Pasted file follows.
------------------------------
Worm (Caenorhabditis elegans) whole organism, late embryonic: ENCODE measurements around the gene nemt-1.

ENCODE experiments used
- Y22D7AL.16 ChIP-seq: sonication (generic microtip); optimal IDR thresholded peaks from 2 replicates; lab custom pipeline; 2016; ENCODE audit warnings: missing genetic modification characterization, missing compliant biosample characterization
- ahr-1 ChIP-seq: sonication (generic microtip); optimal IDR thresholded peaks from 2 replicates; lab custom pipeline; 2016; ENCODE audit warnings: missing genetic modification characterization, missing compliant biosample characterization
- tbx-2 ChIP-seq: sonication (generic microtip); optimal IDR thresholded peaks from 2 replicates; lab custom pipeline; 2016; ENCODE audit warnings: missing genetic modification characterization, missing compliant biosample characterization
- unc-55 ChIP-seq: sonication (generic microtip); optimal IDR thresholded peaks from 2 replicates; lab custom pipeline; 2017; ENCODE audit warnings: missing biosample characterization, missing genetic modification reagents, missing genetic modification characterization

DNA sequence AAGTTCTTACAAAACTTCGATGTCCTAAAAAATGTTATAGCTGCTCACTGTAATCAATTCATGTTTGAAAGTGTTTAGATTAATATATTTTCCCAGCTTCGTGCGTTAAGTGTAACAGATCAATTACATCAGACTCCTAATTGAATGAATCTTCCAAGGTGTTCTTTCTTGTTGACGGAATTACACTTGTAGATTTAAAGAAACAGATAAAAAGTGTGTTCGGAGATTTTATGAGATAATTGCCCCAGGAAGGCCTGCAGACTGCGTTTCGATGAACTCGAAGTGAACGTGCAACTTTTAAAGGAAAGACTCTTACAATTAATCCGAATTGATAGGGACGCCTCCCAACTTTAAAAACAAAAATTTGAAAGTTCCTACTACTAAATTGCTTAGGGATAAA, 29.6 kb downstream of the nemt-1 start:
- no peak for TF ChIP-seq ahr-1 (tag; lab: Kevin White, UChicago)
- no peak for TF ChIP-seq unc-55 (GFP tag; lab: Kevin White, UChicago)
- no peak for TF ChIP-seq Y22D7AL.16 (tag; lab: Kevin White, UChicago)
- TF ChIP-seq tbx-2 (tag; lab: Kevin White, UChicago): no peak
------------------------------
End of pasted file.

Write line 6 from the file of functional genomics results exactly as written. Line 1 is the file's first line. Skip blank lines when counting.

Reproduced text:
- unc-55 ChIP-seq: sonication (generic microtip); optimal IDR thresholded peaks from 2 replicates; lab custom pipeline; 2017; ENCODE audit warnings: missing biosample characterization, missing genetic modification reagents, missing genetic modification characterization